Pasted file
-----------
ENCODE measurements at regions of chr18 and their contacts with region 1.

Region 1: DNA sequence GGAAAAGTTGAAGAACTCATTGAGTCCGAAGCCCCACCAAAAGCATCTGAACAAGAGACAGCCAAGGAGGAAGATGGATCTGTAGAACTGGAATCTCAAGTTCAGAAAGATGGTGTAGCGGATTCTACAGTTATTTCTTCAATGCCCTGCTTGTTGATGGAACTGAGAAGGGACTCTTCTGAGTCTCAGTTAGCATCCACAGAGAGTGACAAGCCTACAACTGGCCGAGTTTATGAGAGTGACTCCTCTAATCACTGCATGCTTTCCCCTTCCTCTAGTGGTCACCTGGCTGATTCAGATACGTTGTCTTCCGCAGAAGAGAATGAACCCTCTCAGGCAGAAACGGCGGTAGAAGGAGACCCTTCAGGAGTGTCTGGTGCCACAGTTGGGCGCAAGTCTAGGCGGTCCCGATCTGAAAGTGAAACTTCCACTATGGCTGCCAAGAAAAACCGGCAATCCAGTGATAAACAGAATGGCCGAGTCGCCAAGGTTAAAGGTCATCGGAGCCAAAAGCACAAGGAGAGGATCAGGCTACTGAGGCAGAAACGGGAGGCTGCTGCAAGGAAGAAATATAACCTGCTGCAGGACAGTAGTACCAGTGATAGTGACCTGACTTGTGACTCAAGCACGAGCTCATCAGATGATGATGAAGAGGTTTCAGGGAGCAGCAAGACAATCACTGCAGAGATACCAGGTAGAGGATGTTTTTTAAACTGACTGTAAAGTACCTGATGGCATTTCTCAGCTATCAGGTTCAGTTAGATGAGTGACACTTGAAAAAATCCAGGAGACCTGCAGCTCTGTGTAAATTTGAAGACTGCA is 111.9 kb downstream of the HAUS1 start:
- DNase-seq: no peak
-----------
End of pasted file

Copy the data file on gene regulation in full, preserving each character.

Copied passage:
ENCODE measurements at regions of chr18 and their contacts with region 1.

Region 1: DNA sequence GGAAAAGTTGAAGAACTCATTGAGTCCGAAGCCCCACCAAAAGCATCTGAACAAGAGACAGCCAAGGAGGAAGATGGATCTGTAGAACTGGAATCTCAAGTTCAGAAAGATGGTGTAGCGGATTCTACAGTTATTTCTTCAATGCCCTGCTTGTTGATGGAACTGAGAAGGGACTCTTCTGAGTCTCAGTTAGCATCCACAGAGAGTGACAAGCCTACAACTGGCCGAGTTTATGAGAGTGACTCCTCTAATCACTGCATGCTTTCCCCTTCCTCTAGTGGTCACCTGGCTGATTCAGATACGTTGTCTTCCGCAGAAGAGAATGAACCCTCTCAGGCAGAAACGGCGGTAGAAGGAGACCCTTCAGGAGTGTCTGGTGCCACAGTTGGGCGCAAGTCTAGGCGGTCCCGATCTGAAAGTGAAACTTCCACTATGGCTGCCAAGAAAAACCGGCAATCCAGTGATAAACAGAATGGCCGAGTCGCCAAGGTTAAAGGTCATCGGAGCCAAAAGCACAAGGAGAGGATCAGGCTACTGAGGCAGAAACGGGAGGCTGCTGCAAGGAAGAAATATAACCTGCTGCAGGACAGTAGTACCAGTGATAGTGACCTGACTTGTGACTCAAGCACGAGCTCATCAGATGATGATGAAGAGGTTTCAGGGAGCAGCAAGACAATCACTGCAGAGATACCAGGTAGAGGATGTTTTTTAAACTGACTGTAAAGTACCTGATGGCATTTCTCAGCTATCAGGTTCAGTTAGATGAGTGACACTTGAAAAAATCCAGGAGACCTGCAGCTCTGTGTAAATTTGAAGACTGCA is 111.9 kb downstream of the HAUS1 start:
- DNase-seq: no peak